That’s probably because the BoE is so far behind the curve. Their policy rate hasn’t gone up much relative to how high their inflation is. Looking at the G20 countries plus the major currencies (excluding outliers like Turkey and Russia) the UK’s inflation is the highest but the central bank’s rate hikes are quite middling. So far the Old Lady of Threadneedle Street has been one of the more conservative central banks; she hiked 15 bps last December, then 25 bps in February, March, May, and June for a total of 115 bps. Compare that with the 75 bps hike that the Fed did in one go in July!
As I said back in June in my Weekly Outlook, 50 is the new 25. Given that almost all the other central banks are hiking by 50 bps, and a weak sterling pushes up prices, I think they’re likely to go for 50 bps this time. Failure to hike by 50 bps would be negative for sterling, in my view.
After that it depends on what they say about their forward guidance. As we saw with the Reserve Bank of Australia on Tuesday, hiking by the amount that’s already expected doesn’t necessarily do anything for the currency. So much will depend on the vote. If it’s unanimous, then GBP would probably rally. I expect though a 7-2 vote (with Cunliffe and Tenreyro voting for only 25 bps). That would probably be neutral. Anything less than that would be negative for sterling.
An important factor in their forward guidance will be any changes that they make in their forecasts. Right now they seem stuck squarely in the middle of the “growth vs inflation” conundrum: they look for zero growth with high inflation, i.e. stagflation. How quickly they expect inflation to come down is probably the deciding factor in how rapidly they’ll have to hike rates.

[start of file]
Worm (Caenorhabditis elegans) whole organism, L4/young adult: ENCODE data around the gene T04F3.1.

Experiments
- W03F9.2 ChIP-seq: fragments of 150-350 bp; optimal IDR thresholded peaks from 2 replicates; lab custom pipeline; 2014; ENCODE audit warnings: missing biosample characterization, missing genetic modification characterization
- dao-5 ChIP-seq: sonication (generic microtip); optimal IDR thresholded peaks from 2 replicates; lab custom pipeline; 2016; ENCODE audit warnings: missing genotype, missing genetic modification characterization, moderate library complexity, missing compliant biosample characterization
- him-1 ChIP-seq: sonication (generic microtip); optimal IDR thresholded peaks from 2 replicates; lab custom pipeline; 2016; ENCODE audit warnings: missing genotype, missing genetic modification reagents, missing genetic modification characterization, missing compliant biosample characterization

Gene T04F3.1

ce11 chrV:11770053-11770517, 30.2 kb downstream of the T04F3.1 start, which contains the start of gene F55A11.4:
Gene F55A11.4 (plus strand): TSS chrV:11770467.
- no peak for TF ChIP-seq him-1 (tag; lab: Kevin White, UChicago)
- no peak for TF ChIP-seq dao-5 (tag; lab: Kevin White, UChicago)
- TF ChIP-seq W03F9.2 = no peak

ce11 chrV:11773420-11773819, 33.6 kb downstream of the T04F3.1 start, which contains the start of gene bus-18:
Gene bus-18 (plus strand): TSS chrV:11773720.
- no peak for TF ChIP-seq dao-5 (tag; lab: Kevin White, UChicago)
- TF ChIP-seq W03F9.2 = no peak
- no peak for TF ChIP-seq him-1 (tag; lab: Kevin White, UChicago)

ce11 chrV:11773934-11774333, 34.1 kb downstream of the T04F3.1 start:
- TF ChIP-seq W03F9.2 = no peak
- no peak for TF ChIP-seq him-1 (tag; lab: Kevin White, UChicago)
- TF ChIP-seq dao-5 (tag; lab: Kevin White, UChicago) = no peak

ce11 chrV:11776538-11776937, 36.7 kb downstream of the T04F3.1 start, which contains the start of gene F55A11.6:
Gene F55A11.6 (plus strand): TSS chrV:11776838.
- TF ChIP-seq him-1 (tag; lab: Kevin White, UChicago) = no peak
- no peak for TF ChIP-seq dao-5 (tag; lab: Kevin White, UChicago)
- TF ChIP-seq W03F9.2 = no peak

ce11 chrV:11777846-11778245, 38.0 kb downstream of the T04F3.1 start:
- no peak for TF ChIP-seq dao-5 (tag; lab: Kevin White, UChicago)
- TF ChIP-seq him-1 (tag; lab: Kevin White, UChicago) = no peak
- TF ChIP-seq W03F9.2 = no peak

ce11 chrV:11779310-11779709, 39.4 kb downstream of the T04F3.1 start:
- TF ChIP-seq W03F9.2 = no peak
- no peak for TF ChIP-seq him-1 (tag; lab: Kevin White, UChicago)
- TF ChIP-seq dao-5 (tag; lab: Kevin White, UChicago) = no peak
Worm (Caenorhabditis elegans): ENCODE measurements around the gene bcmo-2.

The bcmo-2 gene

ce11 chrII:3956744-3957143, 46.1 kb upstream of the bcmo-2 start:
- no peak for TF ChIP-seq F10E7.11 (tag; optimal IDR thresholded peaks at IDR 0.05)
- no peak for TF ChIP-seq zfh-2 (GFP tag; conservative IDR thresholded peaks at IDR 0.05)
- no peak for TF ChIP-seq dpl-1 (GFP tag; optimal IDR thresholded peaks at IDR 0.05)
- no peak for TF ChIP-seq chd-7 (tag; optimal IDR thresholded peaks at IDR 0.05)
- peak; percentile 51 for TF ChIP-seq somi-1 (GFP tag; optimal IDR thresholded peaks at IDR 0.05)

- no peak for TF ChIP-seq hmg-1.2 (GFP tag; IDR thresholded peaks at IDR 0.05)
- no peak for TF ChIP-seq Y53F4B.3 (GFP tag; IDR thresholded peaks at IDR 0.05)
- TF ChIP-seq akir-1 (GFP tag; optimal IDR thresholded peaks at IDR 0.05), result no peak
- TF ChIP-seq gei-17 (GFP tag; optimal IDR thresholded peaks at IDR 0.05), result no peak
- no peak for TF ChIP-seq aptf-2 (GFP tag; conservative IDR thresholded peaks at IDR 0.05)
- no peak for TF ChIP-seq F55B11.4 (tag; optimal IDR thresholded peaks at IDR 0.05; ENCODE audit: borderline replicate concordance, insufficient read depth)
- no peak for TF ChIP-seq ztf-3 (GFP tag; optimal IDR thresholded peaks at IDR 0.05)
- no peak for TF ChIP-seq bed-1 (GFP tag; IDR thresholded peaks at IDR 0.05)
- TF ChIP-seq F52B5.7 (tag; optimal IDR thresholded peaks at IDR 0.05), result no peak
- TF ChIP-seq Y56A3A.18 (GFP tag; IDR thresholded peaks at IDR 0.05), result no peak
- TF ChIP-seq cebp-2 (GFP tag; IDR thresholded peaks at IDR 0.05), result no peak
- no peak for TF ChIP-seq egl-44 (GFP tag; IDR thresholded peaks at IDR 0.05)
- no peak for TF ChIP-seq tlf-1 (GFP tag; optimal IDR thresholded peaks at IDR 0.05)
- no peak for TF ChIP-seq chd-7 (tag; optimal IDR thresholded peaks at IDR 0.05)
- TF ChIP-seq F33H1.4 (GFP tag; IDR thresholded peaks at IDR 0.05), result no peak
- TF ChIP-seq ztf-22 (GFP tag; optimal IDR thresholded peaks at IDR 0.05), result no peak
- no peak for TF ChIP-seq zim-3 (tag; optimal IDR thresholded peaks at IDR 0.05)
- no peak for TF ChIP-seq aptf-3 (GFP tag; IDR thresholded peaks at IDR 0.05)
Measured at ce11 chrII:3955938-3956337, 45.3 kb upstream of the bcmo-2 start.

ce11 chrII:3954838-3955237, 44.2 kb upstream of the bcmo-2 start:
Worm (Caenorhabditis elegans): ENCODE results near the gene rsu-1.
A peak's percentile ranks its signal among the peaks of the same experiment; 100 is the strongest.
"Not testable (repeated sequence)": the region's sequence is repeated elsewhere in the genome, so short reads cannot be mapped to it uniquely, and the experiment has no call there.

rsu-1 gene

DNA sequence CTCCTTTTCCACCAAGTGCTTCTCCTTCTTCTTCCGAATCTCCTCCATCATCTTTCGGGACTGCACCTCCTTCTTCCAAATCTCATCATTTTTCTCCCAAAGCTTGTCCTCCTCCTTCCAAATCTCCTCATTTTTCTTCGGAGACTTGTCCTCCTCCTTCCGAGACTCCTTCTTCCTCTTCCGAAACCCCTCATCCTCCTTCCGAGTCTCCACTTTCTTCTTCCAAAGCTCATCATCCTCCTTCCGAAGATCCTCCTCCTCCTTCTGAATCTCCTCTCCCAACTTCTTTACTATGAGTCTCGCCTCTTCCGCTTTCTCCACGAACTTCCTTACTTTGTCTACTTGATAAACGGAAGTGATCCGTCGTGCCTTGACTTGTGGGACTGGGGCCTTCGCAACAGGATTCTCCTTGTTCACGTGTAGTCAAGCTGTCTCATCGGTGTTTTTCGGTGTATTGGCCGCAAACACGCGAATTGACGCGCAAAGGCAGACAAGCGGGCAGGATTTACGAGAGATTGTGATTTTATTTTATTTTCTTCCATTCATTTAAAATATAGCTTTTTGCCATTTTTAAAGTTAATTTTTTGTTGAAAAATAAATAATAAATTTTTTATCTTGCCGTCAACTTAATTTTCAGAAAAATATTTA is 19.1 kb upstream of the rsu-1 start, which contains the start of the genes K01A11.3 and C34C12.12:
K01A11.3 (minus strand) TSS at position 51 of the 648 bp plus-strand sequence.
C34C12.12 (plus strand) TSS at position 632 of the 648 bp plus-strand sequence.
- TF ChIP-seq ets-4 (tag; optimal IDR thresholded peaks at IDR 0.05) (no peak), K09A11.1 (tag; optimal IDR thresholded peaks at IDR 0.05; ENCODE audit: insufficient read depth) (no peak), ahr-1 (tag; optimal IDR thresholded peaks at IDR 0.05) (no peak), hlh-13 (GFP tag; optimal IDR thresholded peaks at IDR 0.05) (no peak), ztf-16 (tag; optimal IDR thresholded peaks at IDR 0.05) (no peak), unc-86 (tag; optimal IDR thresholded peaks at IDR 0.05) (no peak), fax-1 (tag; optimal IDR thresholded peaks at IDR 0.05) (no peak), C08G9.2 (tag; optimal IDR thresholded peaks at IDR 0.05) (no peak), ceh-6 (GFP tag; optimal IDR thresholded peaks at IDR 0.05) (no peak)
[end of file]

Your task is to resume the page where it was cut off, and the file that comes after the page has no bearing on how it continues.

The US trade deficit is expected to narrow to a mere $80.0bn from -$85.5bn. This $5.5bn reduction should come as no surprise after the merchandise trade deficit narrowed by $5.9bn in the month. But people still watch this figure more than the merchandise trade figure.
Initial jobless claims are coming back into the spotlight as they gradually creep up. The market expects a small increase of 4k this week. While that’s not much, it’s the direction that matters: it would be continuing the upward trend. Together with the worse-than-expected result from Tuesday’s Job Offers and Labor Turnover Survey (openings fell to 10.7mn from 11.25mn vs 11.0mn expected) this would be another bit of evidence that the labor market is indeed slowing. That will set the stage for tomorrow’s US nonfarm payrolls.
Overnight, Japan releases labor cash earnings. Nobody cares about this except me, since my daughter will soon be entering into the workforce. Maybe if earnings growth ever surpasses 2% yoy for any length of time this will start to be a market factor, but not now.
The Reserve Bank of Australia (RBA) Monetary Policy Statement, containing the RBA’s new forecasts, will be released. We got a hint of these in the statement following Tuesday’s RBA meeting. “The Bank’s central forecast is for CPI inflation to be around 7¾ per cent over 2022, a little above 4 per cent over 2023 and around 3 per cent over 2024,” they said, plus they expect “GDP growth of 3¼ per cent over 2022 and 1¾ per cent in each of the following two years.” This is higher inflation and lower growth (apparently) than they expected back in May. Raising the inflation forecast could boost AUD as it might imply that the RBA will have to raise rates higher than expected.
Then Friday morning, Germany announces its industrial production. It’s expected to be down month-on-month, as seems to be the trend nowadays. This morning’s factory orders were -0.4% mom, better than the -0.9% mom expected but not great. In any event, with the S&P Global Germany manufacturing purchasing managers’ index (PMI) falling into contractionary territory in July (49.3), it’s not going to be any surprise in the future to see German manufacturing output decline. EUR-